Message #22:
From: AzTeC SW Archaeology SIG
To:  "'z Matthias Giessler'" 
Subject: AAHS talk on Edward Curtis, Photographer
Date: Wed, 3 Jan 1996 20:23:52 -0701 (MST)
Status: RO  


Arizona Archaeological and Historical Society (AAHS) talk on Edward Curtis,
January 15th, 1996

[For more information on the AAHS program, contact Laurel Cooper at
lcooper@desertpaths.com or (520) 327-7235.]

Edward Curtis' photographs of American Indians have found renewed popularity
in recent years but they have also been criticized for distorting the
realities of his day. His work at Hopi between 1900 and 1920 will be
discussed in a joint presentation by film-maker Anne Makepeace and project
consultant Hartman Lomawaima on Monday, January 15, at 7:30 p.m. in DuVal
Auditorium, University Medical Center, 1501 N. Campbell, Tucson. Also on
hand for the discussion will be two University of Arizona scholars of
the history of photography, Dr. Keith McElroy from the Department of Art and
Tim Troy from the Center for Creative Photography.

The program is made possible by a grant from the Arizona Humanities Council,
the state affiliate of the National Endowment for the Humanities.  The
monthly program of the Arizona Archaeological and Historical Society (AAHS)
is free and open to the public.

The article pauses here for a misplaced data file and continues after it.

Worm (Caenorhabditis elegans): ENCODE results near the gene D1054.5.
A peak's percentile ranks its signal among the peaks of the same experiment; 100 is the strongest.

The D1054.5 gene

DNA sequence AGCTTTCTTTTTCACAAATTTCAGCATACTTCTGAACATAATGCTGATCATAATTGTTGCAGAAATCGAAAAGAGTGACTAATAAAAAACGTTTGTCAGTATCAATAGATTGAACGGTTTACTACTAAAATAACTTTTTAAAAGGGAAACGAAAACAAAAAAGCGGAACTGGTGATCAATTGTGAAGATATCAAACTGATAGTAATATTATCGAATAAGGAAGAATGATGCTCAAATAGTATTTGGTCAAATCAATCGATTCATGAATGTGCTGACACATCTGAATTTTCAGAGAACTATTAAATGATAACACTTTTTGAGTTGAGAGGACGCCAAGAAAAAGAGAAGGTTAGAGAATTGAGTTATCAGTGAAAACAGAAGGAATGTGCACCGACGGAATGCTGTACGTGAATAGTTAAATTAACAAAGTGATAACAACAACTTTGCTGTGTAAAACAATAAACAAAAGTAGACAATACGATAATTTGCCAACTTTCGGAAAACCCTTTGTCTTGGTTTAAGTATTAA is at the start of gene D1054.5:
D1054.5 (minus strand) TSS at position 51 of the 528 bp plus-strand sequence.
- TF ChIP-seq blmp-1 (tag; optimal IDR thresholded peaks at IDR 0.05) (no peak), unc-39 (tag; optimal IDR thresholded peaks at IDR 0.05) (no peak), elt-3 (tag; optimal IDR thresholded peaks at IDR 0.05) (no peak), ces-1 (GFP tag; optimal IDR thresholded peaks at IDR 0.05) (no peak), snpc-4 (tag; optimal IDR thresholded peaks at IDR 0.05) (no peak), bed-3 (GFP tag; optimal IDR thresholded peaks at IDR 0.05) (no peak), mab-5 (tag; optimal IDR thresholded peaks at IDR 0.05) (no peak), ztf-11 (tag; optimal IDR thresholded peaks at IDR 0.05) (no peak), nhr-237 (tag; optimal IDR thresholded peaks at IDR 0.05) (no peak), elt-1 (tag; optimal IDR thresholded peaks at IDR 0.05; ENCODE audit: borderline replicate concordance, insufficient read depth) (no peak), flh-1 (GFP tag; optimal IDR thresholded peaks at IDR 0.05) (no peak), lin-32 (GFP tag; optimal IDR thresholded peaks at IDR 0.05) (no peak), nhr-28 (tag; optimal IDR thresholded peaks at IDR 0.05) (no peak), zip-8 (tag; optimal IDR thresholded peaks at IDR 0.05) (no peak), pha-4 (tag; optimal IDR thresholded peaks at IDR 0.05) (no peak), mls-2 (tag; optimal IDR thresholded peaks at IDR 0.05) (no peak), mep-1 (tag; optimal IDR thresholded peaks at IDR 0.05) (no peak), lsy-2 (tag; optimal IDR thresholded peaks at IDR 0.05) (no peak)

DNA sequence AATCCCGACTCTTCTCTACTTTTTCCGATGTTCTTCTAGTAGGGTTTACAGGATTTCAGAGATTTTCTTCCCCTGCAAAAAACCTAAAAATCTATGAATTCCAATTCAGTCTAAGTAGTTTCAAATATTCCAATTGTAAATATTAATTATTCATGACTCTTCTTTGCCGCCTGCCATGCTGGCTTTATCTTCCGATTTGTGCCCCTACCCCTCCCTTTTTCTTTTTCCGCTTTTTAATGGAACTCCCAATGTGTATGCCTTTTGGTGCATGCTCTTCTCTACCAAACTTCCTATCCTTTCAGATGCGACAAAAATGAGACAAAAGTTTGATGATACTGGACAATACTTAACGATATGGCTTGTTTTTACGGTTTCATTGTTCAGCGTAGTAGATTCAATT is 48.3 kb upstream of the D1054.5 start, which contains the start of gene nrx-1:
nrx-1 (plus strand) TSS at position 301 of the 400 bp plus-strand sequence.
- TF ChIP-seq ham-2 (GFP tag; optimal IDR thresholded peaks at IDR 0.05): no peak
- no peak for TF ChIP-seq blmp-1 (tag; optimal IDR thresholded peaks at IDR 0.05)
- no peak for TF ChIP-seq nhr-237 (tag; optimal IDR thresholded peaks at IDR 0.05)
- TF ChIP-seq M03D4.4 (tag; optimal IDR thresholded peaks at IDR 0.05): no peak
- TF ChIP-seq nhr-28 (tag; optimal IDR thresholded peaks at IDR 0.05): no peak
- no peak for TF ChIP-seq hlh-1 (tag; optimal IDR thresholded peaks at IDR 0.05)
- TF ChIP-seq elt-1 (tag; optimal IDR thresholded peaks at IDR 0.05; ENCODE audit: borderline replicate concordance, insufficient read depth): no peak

Edward S. Curtis (1868-1952) is the best known and most prolific of the
photographers who created images of American Indians in the early part of
this century. Like most of his contemporaries, he believed that the
traditional Indian cultures were doomed to disappear. He used the same
pictorial style as for his studio portraits of Seattle society women and
children, with dramatic close-ups, diffused lighting, soft focus lenses and
abstract backgrounds.

Curtis first went to Hopi in 1900 to gather material for his monumental The
North American Indian. He returned often during the next twenty years, a
time of major changes in the lives of the people that he photographed.
Volume XII of The North American Indian was published in 1922.

Anne Makepeace is working on a docudramatic film about Curtis' visits to
Hopi, The Shadow Hunter. During four years of research and several
trips, Makepeace met with elders and their families, concentrating on First Mesa
where Curtis did most of his work. She learned the identity and the stories
of many people and even met two elderly women who remembered being
photographed by Curtis.

Makepeace organized an exhibit on the reservation of copies of Curtis
photographs, the first time that many saw pictures of their relatives. The
fifty framed prints were formally presented to the First Mesa clan leaders,
so that a permanent record of Curtis' work would stay where it was made.
Despite the controversies about Curtis'  romanticization of Indians and
despite the sensitivity of Hopis to photography, the photographs are
considered important historical documents by the Hopi Office of Cultural
Preservation.

Anne Makepeace's film credits include Ishi the Last Yahi, which was
broadcast on PBS American Experience in 1994, named best documentary at the
Native American Film Festival, and nominated for an Emmy.  She graduated
from Stanford where she also earned Masters in Education and in Film Production.

Hartman H. Lomawaima has been a consultant for the Curtis Project on the
Hopi Reservation for three years.  Associate Director of Arizona State
Museum since 1994, he has a B.S. from Northern Arizona University and an
M.A. from Harvard.